For youth, summer is pure pleasure. As our bodies age, however, we become less able to maintain the physical “inner cool” that safeguards our health. To avoid heat-related health problems for your older relatives this summer, keep these words in mind: water, air, dress, rest.
Signs of too much heat
Sweating is our body’s natural air-conditioning system. When a human body becomes dehydrated, it overheats. The result can include muscle cramps, swollen ankles, dizziness, headaches, exhaustion, and nausea.
Get to the ER right away
If your loved one seems suddenly clumsy or confused, faints, has a fever of 104°, or stops sweating, get to the ER right away. This could be heatstroke.
Key risk factors are:
- Chronic conditions that affect the heart, lungs, or kidneys, and the medications that treat these conditions
- Diuretics, sedatives, and other drugs that reduce the ability to sweat
- Being overweight or underweight
- Alcohol consumption
Key preventives are:
- Many older adults lose their sense of thirst. Try to get your loved one to drink at least eight glasses of fluid a day. Water is best. Consider adding a slice of lemon or cucumber for flavor. Fruit juice is a good second. Avoid caffeine, alcohol and sugary drinks.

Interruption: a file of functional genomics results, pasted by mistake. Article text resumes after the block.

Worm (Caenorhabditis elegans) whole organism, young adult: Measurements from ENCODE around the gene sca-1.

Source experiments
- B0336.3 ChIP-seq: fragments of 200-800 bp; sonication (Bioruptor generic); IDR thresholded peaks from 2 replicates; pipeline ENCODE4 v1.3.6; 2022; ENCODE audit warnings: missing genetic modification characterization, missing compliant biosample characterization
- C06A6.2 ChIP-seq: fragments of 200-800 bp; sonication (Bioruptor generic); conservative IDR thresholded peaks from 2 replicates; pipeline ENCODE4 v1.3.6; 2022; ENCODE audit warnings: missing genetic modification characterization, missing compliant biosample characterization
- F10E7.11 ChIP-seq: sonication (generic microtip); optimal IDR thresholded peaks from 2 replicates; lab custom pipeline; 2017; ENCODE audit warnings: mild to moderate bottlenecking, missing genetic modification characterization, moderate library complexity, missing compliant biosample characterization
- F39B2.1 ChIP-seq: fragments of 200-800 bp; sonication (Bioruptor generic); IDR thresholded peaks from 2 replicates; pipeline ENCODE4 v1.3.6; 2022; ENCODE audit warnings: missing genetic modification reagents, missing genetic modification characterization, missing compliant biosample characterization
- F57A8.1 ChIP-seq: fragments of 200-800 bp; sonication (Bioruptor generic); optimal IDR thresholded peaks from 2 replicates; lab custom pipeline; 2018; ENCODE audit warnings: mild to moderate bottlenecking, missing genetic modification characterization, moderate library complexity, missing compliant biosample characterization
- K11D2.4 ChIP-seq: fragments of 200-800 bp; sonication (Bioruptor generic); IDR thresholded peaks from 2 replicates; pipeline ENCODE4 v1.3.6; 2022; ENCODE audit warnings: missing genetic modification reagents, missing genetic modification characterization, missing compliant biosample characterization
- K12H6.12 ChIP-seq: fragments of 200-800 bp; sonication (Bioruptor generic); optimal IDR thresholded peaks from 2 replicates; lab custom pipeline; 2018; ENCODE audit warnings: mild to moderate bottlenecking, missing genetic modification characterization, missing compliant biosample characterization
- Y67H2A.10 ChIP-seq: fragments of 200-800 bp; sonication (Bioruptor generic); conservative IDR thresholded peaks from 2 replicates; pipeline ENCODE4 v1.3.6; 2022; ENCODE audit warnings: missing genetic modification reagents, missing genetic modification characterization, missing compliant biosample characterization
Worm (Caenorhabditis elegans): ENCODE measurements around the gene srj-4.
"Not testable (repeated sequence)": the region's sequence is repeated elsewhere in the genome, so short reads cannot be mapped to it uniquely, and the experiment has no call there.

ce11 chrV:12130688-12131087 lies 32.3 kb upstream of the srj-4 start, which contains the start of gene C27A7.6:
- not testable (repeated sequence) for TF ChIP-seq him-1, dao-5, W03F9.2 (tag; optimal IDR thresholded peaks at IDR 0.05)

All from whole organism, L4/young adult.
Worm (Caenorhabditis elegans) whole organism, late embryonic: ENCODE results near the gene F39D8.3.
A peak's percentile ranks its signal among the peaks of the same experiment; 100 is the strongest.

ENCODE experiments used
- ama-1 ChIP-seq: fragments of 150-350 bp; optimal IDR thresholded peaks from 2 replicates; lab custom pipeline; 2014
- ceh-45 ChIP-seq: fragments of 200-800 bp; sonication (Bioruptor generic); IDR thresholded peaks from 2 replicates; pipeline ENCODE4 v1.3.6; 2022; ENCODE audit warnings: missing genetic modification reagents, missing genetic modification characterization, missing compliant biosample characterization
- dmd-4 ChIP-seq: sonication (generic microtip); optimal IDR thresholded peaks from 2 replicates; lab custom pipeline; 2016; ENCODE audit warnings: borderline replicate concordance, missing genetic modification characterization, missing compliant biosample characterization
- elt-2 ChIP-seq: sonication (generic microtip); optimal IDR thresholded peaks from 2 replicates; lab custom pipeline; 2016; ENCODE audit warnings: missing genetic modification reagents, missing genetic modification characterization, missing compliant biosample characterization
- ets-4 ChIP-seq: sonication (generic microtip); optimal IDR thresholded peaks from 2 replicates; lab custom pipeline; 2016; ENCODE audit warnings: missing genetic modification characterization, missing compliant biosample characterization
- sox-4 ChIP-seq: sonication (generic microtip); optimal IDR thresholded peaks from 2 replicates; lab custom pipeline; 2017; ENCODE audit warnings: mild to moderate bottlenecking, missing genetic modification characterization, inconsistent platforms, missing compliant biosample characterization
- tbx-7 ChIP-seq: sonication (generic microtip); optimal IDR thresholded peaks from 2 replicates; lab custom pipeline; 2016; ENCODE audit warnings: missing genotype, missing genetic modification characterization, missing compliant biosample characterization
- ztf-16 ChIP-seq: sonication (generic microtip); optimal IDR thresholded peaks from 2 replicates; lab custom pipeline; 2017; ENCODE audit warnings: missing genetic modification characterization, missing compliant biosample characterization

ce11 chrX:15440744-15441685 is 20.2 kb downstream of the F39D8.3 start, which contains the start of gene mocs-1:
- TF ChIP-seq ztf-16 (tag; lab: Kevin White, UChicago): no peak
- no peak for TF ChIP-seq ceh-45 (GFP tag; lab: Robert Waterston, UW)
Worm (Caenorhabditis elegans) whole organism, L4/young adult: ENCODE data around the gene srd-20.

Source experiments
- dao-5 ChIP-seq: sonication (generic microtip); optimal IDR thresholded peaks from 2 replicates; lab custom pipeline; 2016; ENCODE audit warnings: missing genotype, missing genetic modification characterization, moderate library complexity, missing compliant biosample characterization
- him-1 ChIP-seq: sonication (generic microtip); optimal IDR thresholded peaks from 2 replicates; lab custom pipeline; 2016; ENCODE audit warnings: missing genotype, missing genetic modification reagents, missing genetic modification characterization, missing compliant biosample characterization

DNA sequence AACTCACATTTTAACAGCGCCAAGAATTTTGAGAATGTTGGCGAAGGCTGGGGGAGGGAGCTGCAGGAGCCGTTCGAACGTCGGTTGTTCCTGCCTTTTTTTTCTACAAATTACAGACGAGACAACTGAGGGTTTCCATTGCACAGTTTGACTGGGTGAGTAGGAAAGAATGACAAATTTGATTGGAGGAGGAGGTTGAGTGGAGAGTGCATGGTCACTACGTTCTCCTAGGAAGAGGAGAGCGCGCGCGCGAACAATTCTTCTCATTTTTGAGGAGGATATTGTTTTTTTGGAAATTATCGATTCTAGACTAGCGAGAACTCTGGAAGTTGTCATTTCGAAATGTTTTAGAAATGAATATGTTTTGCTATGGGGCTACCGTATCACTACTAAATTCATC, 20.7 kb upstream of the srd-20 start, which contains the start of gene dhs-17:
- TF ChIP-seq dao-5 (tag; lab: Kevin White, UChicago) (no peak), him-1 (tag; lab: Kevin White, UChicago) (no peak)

- Let cool air in at night by opening windows. During the heat of the day, keep the windows closed and blinds drawn. During an extreme heat spell, ensure your loved one spends at least two hours each day in an air-conditioned environment.
- Wear loose, light-colored clothing and a broad-brimmed hat if outdoors. Natural-fiber clothing (cotton, for instance) will breathe better than synthetics.
- Avoid physical exertion in the heat. Do errands and activities with your family member early and late in the day. Suggest a nap or cooling bath in the afternoon.
Research also suggests that older adults in extreme temperature conditions should monitor their blood pressure more often than usual.